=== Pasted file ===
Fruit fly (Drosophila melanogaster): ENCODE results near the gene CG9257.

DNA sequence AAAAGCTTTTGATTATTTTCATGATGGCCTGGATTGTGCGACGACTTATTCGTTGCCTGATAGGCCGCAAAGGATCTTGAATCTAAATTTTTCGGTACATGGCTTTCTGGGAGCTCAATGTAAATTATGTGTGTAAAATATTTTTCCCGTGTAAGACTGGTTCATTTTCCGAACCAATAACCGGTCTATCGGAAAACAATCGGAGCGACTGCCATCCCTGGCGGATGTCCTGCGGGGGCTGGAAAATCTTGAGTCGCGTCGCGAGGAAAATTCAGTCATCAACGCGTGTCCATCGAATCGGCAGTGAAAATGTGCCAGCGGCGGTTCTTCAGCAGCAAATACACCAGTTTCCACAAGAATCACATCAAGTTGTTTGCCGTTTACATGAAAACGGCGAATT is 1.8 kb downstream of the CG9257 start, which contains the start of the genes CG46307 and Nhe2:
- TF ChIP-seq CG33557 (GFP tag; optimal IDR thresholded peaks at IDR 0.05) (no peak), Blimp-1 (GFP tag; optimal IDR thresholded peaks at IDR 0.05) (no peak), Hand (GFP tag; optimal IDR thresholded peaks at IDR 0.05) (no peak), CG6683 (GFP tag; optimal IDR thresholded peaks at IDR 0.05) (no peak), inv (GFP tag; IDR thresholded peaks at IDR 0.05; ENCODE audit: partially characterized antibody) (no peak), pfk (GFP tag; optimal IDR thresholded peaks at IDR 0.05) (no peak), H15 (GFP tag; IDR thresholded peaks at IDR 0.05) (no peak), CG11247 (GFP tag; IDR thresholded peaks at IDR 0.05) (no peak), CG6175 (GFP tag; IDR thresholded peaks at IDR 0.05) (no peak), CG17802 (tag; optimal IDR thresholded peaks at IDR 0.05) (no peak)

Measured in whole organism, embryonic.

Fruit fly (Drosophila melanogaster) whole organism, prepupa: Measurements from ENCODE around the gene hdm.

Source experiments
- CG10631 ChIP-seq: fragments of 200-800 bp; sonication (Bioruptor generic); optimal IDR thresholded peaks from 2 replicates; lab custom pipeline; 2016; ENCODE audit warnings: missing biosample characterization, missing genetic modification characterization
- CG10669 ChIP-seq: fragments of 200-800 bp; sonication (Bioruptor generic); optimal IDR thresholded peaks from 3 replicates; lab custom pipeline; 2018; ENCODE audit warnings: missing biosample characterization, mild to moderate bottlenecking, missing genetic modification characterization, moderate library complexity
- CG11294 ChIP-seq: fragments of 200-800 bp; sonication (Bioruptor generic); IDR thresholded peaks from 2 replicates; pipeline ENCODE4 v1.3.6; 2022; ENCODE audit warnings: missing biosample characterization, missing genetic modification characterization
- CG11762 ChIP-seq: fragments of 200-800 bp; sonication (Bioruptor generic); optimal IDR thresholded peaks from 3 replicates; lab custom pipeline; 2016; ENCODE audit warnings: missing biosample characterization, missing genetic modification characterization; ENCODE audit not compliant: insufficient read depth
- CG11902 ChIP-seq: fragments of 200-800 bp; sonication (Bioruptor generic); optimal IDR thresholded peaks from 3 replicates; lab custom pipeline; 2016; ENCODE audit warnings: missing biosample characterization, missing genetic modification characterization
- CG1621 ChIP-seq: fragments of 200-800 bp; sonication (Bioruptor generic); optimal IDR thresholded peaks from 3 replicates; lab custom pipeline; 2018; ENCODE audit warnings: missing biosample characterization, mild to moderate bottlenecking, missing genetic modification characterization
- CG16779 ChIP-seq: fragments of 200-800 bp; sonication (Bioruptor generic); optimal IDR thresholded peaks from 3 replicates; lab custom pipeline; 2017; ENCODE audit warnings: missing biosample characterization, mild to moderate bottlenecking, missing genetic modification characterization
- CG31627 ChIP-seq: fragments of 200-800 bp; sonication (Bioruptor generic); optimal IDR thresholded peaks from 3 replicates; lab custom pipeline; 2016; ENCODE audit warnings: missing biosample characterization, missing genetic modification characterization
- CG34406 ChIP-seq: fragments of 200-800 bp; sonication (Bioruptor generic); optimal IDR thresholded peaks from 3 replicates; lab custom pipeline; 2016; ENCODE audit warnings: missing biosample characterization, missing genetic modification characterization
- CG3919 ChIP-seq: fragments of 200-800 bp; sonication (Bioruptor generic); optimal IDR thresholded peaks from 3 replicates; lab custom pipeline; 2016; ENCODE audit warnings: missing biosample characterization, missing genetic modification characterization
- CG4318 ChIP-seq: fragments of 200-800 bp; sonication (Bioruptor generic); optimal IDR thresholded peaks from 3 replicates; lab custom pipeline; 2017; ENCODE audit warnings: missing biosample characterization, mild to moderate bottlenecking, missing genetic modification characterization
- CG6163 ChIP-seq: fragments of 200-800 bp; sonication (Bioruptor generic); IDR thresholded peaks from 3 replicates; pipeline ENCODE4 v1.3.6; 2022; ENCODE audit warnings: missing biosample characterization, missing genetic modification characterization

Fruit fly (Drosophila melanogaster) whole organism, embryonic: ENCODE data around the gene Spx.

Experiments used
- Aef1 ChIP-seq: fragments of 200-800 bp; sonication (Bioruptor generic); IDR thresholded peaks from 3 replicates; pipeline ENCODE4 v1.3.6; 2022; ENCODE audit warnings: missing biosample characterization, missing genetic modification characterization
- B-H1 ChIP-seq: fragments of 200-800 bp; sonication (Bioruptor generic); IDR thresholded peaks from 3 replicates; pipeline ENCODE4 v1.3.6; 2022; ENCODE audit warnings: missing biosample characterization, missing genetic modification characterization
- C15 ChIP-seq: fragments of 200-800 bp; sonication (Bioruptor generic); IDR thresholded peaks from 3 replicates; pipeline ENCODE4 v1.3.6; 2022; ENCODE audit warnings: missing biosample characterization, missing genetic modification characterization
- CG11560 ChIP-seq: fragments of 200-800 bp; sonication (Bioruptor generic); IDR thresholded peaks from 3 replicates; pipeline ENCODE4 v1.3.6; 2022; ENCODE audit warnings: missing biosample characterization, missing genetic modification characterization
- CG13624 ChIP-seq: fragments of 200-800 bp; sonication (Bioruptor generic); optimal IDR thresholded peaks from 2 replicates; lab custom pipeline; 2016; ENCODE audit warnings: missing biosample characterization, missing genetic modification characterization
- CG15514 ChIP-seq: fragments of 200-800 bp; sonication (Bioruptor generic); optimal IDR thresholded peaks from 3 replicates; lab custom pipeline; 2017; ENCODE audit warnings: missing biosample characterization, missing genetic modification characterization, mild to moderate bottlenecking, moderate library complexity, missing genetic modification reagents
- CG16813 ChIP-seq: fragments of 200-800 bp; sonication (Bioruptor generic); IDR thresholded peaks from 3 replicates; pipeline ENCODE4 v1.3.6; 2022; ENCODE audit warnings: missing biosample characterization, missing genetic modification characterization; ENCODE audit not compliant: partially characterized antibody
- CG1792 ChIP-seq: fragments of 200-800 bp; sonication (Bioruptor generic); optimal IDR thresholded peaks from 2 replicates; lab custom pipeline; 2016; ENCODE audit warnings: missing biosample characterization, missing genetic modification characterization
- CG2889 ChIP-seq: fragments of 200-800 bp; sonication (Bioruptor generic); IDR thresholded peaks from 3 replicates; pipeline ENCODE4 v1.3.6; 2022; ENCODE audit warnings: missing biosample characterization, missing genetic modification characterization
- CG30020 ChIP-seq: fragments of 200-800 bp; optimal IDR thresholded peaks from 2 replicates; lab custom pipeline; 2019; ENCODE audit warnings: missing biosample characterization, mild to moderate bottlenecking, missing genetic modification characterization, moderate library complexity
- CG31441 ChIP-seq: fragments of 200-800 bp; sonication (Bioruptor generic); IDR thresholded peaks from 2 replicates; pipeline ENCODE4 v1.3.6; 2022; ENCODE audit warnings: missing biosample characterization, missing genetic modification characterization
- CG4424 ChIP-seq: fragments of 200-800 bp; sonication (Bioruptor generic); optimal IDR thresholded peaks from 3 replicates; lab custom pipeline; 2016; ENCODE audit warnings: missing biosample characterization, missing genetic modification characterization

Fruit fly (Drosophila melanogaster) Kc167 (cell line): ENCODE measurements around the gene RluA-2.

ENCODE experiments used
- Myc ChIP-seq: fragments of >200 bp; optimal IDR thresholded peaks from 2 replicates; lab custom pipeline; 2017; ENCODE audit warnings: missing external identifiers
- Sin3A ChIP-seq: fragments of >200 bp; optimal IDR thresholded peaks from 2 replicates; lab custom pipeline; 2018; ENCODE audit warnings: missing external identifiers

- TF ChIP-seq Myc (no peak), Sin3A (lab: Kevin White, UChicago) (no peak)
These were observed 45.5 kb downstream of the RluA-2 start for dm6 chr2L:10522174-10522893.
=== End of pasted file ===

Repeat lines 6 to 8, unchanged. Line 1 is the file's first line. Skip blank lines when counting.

Source experiments
- CG10631 ChIP-seq: fragments of 200-800 bp; sonication (Bioruptor generic); optimal IDR thresholded peaks from 2 replicates; lab custom pipeline; 2016; ENCODE audit warnings: missing biosample characterization, missing genetic modification characterization
- CG10669 ChIP-seq: fragments of 200-800 bp; sonication (Bioruptor generic); optimal IDR thresholded peaks from 3 replicates; lab custom pipeline; 2018; ENCODE audit warnings: missing biosample characterization, mild to moderate bottlenecking, missing genetic modification characterization, moderate library complexity